Plant Your Cabbages!

March 17, 2010

Or: Happy St. Patrick’s Day!, as an old superstition says for the very best cabbages you should get out to the garden and plant them today. After that you can have some corned beef and cabbage and a good fat glass of Guinness—you deserve it.

A few more St. Patrick’s Day tidbits:

• St. Patrick was born Maewyn Succat in Roman Britain (near what is now the English-Scottish border) sometime around CE 387. At 16 he was captured by Irish pirates who took him to Ireland and sold him as a slave. Six years later he escaped, returned to England, entered the Catholic Church, and in around 431 was sent by Pope Celestine back to Ireland as “Patritius”—from the Latin for “Father”—as a missionary. There he purportedly developed and taught a very Irish kind of Catholicism, which he used with great success in converting the pagan Irish to Christianity. He died on March 17—so the very unreliable story goes—in around 460 (or in 493, depending on the source).

• The legend of “St. Patrick” grew over the centuries, and he eventually became known as the “Patron Saint of Ireland.” The supposed day of his death has been celebrated by the Irish as a Catholic feast day since at least the 1600s, and over time “St. Patrick’s Day” became a mostly secular holiday commemorating Irish identity and culture as a whole. It didn’t become an official public holiday in Ireland until 1903.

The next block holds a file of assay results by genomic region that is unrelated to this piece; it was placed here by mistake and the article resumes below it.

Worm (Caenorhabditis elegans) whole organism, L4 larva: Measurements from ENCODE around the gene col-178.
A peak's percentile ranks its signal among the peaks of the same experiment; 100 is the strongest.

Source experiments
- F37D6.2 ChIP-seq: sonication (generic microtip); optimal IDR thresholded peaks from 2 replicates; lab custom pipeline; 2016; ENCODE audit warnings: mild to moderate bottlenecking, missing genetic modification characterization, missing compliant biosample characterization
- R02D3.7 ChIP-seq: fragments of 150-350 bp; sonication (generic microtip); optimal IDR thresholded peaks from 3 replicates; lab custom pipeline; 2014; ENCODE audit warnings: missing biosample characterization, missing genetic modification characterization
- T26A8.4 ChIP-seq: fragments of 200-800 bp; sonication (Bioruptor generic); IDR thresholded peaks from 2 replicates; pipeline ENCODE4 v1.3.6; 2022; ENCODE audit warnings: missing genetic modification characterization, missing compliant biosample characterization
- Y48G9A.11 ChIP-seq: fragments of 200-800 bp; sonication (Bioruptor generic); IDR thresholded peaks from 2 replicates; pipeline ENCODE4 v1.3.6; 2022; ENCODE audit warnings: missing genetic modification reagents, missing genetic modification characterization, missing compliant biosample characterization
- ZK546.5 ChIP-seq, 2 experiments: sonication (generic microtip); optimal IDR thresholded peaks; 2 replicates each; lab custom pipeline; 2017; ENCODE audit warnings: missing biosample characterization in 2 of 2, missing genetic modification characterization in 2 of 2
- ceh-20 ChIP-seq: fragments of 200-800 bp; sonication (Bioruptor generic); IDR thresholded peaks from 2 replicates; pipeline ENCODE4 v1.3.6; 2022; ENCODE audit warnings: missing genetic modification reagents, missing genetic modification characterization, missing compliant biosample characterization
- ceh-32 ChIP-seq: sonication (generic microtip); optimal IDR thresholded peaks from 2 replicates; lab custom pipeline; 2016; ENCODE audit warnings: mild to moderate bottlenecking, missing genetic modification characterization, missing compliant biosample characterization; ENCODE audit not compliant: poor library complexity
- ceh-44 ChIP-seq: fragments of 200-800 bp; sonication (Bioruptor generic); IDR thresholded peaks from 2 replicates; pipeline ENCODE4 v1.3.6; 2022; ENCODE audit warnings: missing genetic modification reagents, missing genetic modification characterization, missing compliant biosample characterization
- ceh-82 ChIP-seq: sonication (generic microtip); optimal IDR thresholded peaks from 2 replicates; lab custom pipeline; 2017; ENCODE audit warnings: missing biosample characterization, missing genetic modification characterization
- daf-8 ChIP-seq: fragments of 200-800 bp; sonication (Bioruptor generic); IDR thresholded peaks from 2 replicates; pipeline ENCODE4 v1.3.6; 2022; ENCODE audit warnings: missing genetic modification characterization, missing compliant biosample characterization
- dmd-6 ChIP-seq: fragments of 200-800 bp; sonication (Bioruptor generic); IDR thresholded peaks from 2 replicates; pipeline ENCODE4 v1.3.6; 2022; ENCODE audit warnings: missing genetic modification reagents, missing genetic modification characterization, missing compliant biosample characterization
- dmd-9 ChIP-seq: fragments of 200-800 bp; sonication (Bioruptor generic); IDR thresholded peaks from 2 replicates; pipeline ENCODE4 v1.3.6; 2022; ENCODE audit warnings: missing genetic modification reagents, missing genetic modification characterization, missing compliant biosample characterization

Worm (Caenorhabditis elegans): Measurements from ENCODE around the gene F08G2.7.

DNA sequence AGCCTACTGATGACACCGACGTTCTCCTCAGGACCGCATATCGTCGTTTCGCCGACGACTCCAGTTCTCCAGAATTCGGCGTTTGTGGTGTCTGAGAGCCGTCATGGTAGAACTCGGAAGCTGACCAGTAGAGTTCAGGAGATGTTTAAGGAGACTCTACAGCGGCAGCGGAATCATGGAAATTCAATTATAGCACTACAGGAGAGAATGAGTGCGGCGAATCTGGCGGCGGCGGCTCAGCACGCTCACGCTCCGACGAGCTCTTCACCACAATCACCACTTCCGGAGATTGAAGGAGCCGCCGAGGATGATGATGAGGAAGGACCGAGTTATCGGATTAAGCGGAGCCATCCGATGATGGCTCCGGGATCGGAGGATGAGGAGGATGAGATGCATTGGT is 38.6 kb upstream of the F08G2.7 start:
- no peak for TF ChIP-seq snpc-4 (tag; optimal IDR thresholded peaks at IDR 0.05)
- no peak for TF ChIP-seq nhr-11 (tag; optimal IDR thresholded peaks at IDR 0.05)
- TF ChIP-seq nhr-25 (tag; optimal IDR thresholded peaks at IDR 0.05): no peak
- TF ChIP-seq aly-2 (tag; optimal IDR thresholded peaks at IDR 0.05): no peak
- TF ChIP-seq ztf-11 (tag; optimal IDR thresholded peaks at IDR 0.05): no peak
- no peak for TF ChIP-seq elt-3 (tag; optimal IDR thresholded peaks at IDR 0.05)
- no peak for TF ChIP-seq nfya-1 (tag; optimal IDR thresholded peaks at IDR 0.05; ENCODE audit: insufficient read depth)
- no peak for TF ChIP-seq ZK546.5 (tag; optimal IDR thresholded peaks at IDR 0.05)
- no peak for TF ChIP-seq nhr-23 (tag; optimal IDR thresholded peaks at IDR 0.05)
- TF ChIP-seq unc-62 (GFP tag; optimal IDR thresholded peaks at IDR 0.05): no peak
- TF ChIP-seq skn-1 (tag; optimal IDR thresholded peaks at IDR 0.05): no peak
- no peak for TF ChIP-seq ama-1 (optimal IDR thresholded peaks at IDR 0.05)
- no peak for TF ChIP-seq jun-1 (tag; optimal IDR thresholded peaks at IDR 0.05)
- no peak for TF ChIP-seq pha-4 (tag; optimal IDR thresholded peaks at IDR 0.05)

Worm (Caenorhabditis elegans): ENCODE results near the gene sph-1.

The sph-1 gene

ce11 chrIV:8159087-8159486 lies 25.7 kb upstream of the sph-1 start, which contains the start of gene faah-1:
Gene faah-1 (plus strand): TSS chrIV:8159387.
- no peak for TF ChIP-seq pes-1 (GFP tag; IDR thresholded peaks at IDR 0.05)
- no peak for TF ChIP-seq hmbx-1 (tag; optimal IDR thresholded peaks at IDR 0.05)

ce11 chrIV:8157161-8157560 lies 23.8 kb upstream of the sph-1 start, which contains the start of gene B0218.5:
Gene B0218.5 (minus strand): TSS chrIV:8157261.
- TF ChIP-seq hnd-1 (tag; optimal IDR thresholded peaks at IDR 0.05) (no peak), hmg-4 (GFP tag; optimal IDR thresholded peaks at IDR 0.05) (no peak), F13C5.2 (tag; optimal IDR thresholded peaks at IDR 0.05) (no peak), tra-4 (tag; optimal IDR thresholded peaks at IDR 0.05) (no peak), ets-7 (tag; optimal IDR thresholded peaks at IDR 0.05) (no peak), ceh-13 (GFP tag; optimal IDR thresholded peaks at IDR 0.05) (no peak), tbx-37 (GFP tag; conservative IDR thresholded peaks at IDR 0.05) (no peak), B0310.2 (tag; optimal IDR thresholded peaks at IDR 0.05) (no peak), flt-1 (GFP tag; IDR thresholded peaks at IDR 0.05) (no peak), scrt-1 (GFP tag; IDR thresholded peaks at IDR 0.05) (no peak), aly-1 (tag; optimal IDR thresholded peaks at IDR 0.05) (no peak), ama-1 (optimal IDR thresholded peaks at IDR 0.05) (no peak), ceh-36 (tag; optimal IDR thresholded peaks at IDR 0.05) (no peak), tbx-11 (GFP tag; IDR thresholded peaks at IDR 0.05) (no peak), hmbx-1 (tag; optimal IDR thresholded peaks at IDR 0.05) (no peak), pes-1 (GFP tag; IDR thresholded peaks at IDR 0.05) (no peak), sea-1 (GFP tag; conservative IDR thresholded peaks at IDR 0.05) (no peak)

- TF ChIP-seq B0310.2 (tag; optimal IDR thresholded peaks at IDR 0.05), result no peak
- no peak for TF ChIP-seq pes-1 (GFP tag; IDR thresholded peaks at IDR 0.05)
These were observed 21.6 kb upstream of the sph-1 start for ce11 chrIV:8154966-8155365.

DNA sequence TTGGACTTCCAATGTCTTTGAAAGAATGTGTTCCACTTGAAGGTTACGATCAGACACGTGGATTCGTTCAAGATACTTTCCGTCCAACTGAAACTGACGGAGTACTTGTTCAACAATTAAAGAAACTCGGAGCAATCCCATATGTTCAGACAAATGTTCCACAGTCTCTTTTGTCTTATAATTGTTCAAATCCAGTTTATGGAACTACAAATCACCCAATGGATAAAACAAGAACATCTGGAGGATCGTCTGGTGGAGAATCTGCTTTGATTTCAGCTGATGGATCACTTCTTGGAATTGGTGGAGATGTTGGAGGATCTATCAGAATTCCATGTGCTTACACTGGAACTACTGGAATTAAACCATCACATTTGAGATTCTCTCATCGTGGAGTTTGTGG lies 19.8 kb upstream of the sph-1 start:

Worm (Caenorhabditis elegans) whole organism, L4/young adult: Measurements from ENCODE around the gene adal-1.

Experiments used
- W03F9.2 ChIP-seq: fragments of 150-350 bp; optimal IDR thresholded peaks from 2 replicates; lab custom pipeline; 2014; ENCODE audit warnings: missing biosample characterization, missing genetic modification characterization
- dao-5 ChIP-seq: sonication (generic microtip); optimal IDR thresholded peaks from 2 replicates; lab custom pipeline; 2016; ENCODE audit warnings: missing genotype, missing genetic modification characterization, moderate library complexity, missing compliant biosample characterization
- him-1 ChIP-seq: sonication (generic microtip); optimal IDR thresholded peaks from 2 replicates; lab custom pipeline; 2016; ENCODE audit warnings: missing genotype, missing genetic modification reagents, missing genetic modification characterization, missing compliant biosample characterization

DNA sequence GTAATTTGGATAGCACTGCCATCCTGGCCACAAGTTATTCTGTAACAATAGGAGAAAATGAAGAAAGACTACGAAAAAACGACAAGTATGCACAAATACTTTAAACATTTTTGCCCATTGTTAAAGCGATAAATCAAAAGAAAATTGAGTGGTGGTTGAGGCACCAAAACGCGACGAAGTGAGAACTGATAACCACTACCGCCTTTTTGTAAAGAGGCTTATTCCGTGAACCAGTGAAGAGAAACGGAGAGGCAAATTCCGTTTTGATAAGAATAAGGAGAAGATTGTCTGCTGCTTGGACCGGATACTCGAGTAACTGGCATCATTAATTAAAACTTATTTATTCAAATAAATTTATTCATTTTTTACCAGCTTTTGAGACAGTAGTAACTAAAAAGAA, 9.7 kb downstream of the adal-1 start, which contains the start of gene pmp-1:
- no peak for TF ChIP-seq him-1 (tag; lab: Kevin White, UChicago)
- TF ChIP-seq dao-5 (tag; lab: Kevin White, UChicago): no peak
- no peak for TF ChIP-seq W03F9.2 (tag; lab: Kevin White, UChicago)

• The first St. Patrick’s Day Parade in the world didn’t take place in Ireland, but in New York City, in 1762. (Some sources say Boston, in 1737.) The paraders were Irish members of the British military.

• In 1848 several “Irish Aid” societies in New York, which had until then held their own parades, united to form one New York City St. Patrick’s Day Parade. Today it’s the oldest ongoing civilian parade in the world, and the largest in the U.S., with more than 150,000 participants each year.

• St. Patrick’s Day is a public holiday not only in both Northern Ireland and the Republic of Ireland, but also in the Canadian province of Newfoundland and Labrador. And on the tiny Caribbean island of Montserrat, a British overseas territory settled in 1632 by, primarily, Irish Catholics.

• The shortest St. Patrick’s Day Parade in the world is held in the village of Dripsey in County Cork, Ireland. It’s just 100 yards long—and goes from one of the village’s pubs to the other. (One of the participants: The Randy Handlers. Ahem.)

Do you have any more interesting St. Patty’s day trivia we can add to the list? Please let us know in the comments—we’ll be here until Happy Hour…